We learned how to design solutions that took advantage of what the software could do, and worked around its failings. As the maxim goes, form was now truly following function. And this heralded the birth of Web 2.0.

Nowadays, most kids coming out of design schools have been exposed to programming in some form or another. They know what APIs do, they know the acronyms and have learned to tinker with technology to a degree that previous generations never have. They are taught to be T-shaped, to be self-reliant and inquisitive. Hell, kids coming out of art college are creating algorithmic art using tools like Processing and coding their own Arduino interactive installations! If that's not empathy for developers I don't know what is. 0070-digital-natives-plummer-fernandez 800-640x456

But no one is teaching software engineers to "love thy designer". A lot of them still believe design is just about drawing pretty pictures, and I have even heard designers be told "I could do your job, but you could never do mine", for real!

I recently spent months crafting the interface for a specific piece of software, at a stage where the software team was working on building the infrastructure for this interface. Standard sprint zero procedure. The design was well considered, with many iterations of prototypes and user testing to make an interface as perfect as it could be. Then a couple of sprints after delivering this lovingly crafted design, I was presented with the implemented software, and it looked nothing like what had taken painstaking months to design. It looked dreadful! Worried something had gone horribly wrong I asked the software engineer in charge why this was so, his reply? "I didn't like your design, so I changed it." Boom, just like that… I was stunned.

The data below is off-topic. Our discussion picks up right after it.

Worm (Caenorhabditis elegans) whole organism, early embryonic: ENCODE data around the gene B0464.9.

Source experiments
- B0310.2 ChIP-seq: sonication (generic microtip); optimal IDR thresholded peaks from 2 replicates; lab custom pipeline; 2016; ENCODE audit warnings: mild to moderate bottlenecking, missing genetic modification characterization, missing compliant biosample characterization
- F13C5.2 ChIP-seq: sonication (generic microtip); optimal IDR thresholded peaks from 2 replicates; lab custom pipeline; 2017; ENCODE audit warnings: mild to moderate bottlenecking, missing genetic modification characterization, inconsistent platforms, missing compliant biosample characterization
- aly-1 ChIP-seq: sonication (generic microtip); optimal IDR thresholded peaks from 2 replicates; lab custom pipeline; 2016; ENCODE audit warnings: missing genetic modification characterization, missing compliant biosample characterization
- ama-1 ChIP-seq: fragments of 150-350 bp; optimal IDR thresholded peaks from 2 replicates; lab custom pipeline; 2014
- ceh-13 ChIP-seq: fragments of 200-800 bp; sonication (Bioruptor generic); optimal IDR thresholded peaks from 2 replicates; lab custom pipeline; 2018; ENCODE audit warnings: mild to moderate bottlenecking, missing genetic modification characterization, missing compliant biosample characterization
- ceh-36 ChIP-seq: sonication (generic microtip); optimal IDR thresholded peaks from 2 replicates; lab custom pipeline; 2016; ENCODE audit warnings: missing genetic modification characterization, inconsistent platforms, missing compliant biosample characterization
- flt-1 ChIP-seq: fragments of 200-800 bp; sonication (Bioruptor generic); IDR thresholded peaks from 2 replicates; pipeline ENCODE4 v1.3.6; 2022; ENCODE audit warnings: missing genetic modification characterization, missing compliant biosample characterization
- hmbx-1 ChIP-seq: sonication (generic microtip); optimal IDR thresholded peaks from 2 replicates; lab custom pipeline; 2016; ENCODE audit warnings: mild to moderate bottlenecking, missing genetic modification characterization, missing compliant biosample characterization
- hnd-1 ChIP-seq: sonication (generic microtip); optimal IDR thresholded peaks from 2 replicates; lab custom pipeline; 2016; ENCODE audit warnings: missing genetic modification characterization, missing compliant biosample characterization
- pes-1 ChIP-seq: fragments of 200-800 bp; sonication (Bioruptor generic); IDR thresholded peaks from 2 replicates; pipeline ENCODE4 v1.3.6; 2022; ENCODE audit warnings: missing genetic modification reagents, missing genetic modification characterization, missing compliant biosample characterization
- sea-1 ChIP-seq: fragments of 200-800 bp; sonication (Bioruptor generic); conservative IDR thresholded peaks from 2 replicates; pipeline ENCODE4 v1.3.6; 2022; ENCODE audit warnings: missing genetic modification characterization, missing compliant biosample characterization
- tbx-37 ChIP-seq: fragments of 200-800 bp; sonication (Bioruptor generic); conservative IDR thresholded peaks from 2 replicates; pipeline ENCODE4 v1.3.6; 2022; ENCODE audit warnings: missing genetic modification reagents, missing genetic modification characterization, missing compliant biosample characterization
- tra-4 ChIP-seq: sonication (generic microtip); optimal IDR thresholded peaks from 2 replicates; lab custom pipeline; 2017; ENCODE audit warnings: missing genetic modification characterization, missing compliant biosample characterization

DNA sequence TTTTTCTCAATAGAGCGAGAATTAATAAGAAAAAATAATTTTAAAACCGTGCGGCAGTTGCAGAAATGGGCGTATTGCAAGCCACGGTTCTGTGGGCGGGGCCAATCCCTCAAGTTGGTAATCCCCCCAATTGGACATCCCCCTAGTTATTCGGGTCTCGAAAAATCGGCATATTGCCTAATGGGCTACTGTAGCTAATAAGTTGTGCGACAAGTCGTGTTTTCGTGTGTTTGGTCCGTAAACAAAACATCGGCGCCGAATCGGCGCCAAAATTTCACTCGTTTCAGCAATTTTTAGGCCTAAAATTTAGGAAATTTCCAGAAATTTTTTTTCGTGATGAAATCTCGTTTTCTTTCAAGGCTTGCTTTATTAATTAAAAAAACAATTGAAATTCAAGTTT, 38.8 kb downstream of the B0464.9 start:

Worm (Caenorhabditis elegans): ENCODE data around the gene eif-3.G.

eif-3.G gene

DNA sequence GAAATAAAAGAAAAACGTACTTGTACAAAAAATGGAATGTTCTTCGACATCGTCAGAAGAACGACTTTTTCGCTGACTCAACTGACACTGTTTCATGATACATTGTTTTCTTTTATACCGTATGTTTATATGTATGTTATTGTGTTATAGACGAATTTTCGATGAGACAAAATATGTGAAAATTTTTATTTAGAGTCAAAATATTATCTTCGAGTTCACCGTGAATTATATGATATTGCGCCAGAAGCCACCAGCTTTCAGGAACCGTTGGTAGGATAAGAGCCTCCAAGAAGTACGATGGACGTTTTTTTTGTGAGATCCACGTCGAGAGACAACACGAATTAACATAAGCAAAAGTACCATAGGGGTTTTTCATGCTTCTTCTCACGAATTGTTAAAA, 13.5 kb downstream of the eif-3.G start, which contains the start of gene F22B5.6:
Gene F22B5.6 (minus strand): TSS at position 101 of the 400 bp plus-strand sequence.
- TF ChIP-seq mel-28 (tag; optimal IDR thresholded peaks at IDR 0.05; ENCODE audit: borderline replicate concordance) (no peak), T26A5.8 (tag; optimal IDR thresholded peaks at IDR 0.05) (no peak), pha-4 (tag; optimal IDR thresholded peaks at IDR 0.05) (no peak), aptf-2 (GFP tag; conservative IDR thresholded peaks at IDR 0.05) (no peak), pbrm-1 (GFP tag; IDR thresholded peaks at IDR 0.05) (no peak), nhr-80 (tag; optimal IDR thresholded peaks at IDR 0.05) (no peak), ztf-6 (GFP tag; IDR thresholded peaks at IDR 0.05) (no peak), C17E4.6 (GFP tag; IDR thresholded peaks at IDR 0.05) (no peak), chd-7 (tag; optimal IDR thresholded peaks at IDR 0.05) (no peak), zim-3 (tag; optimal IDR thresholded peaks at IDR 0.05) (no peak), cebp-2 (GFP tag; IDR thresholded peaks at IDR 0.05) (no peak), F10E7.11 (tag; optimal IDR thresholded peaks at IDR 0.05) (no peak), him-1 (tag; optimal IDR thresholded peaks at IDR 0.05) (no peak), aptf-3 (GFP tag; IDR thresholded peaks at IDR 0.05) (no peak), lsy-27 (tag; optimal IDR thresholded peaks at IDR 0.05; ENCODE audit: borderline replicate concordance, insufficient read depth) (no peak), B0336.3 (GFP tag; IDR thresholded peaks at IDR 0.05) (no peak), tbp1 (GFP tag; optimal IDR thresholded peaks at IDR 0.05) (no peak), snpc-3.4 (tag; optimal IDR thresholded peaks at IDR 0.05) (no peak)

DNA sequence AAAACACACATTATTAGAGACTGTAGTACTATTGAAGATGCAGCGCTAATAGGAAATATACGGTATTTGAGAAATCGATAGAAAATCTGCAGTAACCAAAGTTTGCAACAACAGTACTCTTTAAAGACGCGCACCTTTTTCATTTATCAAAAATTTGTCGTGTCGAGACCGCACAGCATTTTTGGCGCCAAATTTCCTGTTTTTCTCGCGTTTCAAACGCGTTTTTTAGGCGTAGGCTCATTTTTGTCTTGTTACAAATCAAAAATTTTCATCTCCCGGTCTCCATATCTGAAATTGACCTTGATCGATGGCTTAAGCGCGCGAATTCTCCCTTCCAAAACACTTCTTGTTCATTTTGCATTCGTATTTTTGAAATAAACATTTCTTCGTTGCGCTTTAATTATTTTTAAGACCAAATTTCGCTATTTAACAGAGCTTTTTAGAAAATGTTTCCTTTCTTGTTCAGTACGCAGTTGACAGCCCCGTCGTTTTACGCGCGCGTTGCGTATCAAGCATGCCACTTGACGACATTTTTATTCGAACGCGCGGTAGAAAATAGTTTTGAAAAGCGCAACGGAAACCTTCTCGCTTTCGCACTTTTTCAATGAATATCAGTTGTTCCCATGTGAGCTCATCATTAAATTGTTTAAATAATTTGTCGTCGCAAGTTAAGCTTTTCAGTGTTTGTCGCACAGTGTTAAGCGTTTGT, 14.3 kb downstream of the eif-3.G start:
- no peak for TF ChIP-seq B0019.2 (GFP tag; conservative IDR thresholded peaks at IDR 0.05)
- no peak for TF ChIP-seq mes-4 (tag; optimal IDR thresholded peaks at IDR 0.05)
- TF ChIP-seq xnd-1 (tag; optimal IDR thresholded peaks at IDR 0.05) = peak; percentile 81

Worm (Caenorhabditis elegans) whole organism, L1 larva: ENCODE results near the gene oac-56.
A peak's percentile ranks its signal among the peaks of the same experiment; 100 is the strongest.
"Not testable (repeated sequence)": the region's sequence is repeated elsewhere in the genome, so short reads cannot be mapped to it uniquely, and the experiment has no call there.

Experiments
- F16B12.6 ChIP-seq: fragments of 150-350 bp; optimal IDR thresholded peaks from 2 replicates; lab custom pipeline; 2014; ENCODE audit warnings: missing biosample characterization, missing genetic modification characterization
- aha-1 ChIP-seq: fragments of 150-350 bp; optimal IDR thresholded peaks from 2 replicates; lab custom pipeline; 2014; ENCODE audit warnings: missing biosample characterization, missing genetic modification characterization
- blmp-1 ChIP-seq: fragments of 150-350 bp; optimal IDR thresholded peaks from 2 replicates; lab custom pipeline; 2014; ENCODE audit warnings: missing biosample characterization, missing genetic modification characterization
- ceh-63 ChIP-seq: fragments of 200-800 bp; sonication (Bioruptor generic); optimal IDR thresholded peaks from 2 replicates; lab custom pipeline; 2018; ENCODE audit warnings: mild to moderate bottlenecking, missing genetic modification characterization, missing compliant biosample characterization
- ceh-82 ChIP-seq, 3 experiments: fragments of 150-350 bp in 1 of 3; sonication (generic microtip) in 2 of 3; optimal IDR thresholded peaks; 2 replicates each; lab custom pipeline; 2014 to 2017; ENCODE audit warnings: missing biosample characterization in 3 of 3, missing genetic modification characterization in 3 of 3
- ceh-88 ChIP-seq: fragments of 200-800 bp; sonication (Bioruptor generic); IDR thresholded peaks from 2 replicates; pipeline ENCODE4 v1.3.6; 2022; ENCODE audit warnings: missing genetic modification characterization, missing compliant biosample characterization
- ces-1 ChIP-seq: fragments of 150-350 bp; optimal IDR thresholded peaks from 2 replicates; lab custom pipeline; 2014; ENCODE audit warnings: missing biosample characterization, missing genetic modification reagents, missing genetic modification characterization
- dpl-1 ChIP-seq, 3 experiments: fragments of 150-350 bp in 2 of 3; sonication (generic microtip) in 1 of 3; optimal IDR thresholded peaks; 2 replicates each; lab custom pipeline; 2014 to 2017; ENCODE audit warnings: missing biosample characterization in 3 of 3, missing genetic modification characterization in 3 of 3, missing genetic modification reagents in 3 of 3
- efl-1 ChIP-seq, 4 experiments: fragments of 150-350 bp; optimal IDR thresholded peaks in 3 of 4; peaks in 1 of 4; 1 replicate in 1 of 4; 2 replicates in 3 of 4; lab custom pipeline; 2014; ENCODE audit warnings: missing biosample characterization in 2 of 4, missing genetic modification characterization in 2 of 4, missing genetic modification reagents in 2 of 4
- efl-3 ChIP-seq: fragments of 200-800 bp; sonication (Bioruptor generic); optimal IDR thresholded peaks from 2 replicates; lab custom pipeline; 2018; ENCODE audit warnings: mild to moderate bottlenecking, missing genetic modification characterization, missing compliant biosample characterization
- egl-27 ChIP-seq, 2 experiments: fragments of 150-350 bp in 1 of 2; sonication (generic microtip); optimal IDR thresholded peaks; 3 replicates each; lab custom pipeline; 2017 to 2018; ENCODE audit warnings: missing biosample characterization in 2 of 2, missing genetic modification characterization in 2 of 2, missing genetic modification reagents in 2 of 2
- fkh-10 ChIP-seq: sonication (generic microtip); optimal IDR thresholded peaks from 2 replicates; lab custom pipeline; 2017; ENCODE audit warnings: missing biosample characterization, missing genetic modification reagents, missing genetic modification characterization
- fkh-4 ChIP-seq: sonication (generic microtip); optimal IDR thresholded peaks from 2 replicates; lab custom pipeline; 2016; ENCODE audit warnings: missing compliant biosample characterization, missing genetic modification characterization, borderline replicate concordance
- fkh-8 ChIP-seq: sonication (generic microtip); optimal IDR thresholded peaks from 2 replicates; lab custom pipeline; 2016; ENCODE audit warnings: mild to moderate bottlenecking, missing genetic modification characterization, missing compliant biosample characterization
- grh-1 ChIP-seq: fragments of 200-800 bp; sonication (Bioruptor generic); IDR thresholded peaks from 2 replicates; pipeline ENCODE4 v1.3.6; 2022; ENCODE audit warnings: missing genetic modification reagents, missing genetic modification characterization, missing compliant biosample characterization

As far as I know, there are no design appreciation classes at engineering colleges and thus no way for engineers to learn about the tremendous amount of effort and passion that goes into designing something really good. Dev 3@2x-1024x633

Here at ustwo™, we’re lucky that the designers take a huge interest in the development side but equally that we have a policy of hiring design savvy developers.

We have asked for and attended workshops by our developers about the tools they use, and even asked them to help us install SDKs so we can learn more. All of the designers here have learned from the software team to work in an Agile environment, and we love it!

And similarly, while we don’t ask for developers to be as well versed in Photoshop as they are in Obj-C, all of our developers respect our reasons for pixel perfection, our propensities for insisting on difficult-to-implementtransitions and persistence in wanting to improve framerates!

The fact is, great code needs great design in order to deliver a great product or service and vice versa. Developers and designers can’t create great work without each other and a little bit of empathy goes a long way.